Regime Switches in GDP Growth and Volatility: Some International Evidence and Implications for Modelling Business Cycles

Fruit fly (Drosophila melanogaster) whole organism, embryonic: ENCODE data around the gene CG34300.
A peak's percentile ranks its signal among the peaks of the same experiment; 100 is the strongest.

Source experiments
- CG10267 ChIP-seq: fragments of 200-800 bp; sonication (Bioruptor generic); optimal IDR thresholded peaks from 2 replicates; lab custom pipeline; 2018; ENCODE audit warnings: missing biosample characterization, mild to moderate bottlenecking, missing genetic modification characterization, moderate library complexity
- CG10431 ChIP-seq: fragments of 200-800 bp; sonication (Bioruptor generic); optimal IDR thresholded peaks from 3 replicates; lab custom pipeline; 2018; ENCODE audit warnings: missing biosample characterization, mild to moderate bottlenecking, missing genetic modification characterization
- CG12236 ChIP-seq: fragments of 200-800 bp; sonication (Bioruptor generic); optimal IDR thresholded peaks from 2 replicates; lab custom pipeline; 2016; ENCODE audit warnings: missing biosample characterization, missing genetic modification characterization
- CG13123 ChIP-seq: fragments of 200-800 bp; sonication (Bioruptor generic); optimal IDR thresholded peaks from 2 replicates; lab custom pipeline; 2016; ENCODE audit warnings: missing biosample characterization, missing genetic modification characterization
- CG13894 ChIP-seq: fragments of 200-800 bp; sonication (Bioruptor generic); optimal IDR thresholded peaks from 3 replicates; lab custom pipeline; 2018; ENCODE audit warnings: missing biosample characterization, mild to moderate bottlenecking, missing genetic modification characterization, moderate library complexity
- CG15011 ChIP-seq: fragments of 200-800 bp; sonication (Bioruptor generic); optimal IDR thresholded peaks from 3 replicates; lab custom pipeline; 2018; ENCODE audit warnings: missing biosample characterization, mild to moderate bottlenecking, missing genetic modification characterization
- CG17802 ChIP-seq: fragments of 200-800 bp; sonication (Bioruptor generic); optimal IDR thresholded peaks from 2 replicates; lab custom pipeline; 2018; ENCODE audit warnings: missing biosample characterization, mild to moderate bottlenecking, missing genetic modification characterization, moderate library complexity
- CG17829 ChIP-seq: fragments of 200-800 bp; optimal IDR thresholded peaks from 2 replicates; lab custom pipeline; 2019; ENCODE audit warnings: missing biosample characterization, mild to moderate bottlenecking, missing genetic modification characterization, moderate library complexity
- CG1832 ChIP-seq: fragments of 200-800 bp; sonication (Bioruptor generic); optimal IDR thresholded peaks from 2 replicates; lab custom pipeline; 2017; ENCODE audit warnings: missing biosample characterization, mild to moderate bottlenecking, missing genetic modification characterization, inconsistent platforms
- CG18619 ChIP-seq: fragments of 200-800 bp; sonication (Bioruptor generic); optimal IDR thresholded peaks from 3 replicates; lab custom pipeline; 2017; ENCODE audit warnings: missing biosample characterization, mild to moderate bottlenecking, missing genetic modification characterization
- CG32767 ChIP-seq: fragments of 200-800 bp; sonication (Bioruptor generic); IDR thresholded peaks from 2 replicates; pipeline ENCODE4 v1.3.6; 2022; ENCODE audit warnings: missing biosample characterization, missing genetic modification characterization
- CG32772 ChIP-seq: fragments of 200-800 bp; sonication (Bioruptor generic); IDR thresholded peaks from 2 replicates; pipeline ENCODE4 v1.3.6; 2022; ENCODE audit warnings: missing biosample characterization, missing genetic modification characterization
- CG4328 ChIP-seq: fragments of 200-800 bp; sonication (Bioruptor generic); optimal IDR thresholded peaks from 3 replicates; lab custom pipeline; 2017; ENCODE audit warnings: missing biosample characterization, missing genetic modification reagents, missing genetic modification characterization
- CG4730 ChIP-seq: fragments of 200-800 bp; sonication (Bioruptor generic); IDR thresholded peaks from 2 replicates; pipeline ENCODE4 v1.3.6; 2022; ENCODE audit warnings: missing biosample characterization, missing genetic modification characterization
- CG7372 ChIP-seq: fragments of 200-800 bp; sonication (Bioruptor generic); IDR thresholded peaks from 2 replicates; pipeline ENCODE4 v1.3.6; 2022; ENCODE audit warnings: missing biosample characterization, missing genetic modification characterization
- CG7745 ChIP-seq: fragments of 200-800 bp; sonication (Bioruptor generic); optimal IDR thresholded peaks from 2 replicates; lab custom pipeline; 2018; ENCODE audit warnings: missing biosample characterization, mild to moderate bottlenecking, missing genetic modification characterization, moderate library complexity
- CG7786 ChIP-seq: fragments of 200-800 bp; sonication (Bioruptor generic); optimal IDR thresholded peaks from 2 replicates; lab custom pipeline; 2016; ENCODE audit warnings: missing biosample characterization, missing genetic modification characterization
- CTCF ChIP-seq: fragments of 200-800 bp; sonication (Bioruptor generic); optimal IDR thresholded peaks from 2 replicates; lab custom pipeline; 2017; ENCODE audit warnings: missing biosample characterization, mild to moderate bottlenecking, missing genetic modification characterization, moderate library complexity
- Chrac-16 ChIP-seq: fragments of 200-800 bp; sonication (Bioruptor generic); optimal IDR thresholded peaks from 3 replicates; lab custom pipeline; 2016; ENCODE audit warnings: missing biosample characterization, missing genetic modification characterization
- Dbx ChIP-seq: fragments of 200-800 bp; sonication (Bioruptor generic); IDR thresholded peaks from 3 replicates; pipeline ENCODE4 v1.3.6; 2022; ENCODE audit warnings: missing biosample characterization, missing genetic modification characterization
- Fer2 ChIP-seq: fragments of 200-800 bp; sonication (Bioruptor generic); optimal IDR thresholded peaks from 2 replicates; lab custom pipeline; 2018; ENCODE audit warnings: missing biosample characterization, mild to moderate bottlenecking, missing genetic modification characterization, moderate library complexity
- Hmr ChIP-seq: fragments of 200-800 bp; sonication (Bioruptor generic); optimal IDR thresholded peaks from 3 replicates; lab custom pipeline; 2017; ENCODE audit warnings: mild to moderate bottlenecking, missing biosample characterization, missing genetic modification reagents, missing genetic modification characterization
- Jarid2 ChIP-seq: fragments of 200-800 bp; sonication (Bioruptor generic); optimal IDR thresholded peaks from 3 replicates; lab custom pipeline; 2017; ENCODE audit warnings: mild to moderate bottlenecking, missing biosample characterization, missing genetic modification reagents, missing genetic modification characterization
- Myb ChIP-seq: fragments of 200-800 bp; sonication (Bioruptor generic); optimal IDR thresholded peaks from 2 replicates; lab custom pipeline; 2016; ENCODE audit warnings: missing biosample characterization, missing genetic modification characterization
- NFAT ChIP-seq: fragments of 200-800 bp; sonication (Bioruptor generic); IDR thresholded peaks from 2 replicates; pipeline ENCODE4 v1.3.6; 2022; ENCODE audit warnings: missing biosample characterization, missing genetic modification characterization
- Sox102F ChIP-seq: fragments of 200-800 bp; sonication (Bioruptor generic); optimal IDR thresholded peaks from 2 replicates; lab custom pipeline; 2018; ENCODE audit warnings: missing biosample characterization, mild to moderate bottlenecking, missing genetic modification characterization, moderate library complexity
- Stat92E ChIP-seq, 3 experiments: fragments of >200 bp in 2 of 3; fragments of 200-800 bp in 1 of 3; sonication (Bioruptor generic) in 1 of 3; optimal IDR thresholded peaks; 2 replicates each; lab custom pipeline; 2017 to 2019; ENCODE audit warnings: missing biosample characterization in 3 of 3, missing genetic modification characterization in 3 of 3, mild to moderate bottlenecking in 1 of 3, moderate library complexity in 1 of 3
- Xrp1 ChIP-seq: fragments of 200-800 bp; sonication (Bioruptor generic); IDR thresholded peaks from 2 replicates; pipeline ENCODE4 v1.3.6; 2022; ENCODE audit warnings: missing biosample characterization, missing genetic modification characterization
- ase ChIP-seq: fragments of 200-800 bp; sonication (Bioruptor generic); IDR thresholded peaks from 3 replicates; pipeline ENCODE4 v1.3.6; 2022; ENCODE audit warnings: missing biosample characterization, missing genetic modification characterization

This paper has three main objectives. First, we re-examine some recent findings that suggest a structural decline in the variance of GDP growth in the United States. We estimate a univariate model in which both the mean growth rate of GDP and its variance are influenced by latent state variables that follow independent Markov chain processes. We are particularly interested in evidence of increased stability in the U.S. economy, either because of reduced volatility or a narrower gap between growth rates in expansions and recessions. Second, we investigate whether a similar phenomenon has occured in other countries. Finally, we explore the extent to which this more general model is better able to describe the shape of actual business cycles. We find evidence of a reduction in GDP volatility in U.S. data, beginning in late 1984. However, it is less clear that this change represents a structural break. The recent U.S. recession has reduced the probability of being in the low-variance state. Using data from Australia, Canada, Germany, Japan and the United Kingdom, we find evidence of a similar reduction in volatility of GDP growth. The shift for Japan apparently happened in about 1974, and the past decade's poor economic performance seems to have brought a return to the high-variance state. Apart from Germany, the variance reductions in the other countries all occurred within a ten year period between the early 1980's and the early 1990's. Finally, when we test for non-linear effects using Bayes factors, we find that allowing for a switching variance is much more important than a switching mean. Although the hypothesis of homoscedasticity is overwhelmingly rejected, there is little evidence that this model is better able to capture the shape of actual business cycles.
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